Another important class of metabolites preponderant in the stress-responsive core metabolome of hulless barley was amino acids. Accumulation of amino acids is proposed to aid stress tolerance in plants, through osmotic adjustment, detoxification of ROS, and intracellular pH regulation [42]. Urano et al. [16] revealed that drought firmly induces the accumulation of amino acids in Arabidopsis leaves. Likewise, the most pronounced changes in metabolites under drought were observed in the amino acid levels, of which approximately half was significantly increased in various wheat cultivars [43]. In the case of the hulled barley, several authors reported that major osmotic/drought-responsive metabolites were amino acids, suggesting that hulled and hulless barley shared this common metabolic response feature [37, 44, 45]. Proline is a classical amino acid accumulated in various plants in response to a wide range of abiotic stresses [46, 47]. For example, in earlier studies, substantial increases of proline in hulled barley genotypes in response to water deficit were observed [45, 48]. It was proposed that proline could be regarded as a candidate stress tolerance biomarker in hulled barley [49]. But in this study, we found that changes in proline content were not very striking in both accessions under stress, suggesting that proline is not a prominent marker for osmotic stress response in hulless barley at least during the early stage. Our conclusion is in agreement with a previous report from Silvente et al. [42] who observed that proline content did not significantly change in soybean leaves under drought stress and referring to Fukutoku and Yamada [50], remarkable proline accumulation in soybean leaves occurred only when water stress becomes very severe. The most important amino acids significantly and strongly accumulated at different time points under stress revealed by our metabolic analysis were aspartic acid di-O-glucoside and phenylacetyl-L-glutamine. These compounds have been well described as involved in stress response in plants, including hulled barley [37, 51, 52].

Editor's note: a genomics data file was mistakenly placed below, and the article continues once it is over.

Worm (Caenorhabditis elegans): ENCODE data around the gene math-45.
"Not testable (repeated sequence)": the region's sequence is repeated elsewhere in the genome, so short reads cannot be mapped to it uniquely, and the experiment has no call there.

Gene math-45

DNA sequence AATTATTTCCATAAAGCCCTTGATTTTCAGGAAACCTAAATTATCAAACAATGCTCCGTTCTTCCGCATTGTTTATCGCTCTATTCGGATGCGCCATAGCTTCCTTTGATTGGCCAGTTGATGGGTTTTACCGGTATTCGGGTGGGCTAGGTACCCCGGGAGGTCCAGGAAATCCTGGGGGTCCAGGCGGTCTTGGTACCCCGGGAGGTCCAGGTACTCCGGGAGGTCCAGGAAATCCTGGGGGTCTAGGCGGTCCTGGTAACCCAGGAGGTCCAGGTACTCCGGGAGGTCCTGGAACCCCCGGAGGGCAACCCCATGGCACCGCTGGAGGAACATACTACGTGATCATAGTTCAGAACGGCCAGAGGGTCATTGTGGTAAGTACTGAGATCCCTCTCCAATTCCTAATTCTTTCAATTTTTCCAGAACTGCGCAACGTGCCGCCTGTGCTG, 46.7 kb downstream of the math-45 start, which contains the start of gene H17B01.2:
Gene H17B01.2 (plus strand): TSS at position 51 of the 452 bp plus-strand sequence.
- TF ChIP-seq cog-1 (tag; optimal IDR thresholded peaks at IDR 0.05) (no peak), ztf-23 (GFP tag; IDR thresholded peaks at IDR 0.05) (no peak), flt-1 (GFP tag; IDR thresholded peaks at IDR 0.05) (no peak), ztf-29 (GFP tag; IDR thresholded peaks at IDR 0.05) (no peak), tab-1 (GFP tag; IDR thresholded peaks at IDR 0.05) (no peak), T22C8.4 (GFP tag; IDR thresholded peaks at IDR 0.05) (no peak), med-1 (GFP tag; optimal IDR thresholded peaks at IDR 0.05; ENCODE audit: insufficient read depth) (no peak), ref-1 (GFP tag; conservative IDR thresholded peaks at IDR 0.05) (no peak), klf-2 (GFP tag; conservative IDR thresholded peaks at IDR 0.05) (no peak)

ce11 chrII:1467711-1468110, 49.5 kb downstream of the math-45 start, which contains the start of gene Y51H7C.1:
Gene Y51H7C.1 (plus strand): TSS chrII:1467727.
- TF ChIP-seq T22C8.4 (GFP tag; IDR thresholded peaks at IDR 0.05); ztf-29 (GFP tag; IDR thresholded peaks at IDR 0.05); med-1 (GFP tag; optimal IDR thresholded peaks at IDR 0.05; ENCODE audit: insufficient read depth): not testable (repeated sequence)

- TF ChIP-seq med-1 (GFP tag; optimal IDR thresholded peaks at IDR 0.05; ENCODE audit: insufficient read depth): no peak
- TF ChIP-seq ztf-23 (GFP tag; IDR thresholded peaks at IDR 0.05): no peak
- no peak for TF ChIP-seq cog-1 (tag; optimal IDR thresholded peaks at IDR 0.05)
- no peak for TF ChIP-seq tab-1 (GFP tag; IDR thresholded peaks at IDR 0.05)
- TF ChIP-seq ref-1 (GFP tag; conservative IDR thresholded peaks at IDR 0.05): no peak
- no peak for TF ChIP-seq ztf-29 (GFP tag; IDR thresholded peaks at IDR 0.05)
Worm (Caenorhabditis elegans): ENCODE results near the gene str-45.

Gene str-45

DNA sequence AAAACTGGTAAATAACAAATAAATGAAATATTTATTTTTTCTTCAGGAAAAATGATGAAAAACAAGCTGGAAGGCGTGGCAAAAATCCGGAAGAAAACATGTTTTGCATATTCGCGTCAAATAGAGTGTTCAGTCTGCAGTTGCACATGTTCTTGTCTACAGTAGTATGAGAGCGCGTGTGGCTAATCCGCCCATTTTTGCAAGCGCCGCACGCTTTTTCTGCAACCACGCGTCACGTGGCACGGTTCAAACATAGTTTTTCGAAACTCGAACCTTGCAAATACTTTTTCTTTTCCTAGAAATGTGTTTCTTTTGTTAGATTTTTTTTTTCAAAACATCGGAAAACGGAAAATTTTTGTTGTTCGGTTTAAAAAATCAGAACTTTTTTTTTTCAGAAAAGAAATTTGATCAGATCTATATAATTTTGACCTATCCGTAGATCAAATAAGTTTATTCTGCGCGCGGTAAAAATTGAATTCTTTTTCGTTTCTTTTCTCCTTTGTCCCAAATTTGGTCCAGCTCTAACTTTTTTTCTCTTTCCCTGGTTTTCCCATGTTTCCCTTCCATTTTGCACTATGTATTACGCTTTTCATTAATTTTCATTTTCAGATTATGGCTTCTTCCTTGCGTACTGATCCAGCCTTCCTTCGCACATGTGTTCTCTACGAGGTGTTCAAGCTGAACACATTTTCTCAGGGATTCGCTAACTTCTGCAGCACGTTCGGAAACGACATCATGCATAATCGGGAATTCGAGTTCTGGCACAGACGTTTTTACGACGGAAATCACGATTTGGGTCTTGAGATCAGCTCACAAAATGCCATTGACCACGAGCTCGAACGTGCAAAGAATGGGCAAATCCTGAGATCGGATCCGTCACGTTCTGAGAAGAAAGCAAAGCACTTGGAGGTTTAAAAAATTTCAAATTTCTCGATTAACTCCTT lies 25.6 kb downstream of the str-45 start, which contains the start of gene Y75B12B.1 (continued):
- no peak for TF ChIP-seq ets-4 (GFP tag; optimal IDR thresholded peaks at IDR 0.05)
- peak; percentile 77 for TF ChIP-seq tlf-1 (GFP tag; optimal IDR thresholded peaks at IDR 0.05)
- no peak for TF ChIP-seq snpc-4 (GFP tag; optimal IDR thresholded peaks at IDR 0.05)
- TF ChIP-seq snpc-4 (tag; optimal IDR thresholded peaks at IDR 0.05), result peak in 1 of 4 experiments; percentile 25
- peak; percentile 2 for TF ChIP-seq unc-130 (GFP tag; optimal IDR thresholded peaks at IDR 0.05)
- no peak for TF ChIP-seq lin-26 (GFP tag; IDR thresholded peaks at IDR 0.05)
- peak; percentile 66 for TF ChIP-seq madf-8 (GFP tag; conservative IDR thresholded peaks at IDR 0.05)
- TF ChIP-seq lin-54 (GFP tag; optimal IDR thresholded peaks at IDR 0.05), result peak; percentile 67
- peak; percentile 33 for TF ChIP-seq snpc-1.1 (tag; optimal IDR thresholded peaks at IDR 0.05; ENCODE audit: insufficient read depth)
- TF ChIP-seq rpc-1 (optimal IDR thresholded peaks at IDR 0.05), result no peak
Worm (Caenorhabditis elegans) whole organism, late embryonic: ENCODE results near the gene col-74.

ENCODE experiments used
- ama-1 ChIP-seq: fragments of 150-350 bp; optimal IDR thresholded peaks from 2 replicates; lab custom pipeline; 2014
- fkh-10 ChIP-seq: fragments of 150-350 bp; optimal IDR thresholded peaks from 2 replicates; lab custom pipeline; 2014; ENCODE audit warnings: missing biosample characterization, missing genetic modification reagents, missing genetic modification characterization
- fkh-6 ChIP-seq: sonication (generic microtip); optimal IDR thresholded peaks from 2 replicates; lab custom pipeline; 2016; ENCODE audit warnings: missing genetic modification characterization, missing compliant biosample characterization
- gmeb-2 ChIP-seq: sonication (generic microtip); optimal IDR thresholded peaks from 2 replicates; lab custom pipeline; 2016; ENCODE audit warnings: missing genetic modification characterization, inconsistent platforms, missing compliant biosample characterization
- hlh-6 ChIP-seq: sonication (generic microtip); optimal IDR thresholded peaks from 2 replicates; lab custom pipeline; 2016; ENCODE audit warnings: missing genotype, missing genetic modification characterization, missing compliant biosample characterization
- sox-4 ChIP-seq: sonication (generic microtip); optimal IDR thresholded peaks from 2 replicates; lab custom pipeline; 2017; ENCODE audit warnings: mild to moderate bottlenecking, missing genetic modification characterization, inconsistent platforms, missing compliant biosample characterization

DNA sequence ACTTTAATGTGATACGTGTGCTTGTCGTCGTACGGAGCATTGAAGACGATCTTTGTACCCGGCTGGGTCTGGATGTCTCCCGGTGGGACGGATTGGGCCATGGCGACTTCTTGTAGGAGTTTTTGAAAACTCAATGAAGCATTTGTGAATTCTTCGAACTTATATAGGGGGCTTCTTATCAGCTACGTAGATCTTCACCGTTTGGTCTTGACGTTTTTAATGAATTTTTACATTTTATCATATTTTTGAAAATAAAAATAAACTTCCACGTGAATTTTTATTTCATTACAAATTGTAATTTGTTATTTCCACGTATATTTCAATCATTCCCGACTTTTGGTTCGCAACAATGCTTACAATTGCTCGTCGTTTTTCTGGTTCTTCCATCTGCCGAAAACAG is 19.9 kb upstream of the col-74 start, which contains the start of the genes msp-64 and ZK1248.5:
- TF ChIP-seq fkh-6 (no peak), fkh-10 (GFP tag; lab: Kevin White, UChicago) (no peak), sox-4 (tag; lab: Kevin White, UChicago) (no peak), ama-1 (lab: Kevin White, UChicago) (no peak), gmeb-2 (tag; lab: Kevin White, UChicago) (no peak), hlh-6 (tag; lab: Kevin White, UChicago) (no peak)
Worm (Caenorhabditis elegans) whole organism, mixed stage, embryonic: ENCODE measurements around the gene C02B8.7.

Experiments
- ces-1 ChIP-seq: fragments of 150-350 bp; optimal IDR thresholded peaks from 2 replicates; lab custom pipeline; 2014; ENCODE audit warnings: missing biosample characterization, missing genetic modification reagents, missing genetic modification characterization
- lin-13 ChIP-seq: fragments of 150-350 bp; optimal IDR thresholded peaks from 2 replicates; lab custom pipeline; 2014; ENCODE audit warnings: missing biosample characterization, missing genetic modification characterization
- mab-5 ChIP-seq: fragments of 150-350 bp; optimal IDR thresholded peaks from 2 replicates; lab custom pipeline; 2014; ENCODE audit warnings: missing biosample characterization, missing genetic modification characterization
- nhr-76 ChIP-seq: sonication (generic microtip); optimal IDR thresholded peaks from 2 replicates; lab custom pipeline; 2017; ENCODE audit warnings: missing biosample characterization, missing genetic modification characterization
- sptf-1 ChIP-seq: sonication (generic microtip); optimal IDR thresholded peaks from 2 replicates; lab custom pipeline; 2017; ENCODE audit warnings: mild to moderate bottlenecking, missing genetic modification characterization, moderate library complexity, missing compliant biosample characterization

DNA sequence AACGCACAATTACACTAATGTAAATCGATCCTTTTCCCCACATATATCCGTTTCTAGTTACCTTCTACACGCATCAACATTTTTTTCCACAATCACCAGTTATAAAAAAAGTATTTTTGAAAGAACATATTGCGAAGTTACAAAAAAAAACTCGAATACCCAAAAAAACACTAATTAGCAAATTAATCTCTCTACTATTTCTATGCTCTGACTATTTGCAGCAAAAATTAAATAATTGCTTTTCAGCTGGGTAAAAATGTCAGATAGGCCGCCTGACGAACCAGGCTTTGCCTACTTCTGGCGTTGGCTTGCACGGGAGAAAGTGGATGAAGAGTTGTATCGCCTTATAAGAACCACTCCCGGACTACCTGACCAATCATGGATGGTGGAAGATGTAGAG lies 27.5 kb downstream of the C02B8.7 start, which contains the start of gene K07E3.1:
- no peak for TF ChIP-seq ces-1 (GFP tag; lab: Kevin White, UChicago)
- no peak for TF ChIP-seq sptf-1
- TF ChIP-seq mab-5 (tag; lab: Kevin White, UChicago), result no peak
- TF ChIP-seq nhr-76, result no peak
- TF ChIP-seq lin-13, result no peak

4.3. XL Dynamically Readjusted the Metabolome in a Time-Dependent Manner to Sustain Osmotic Stress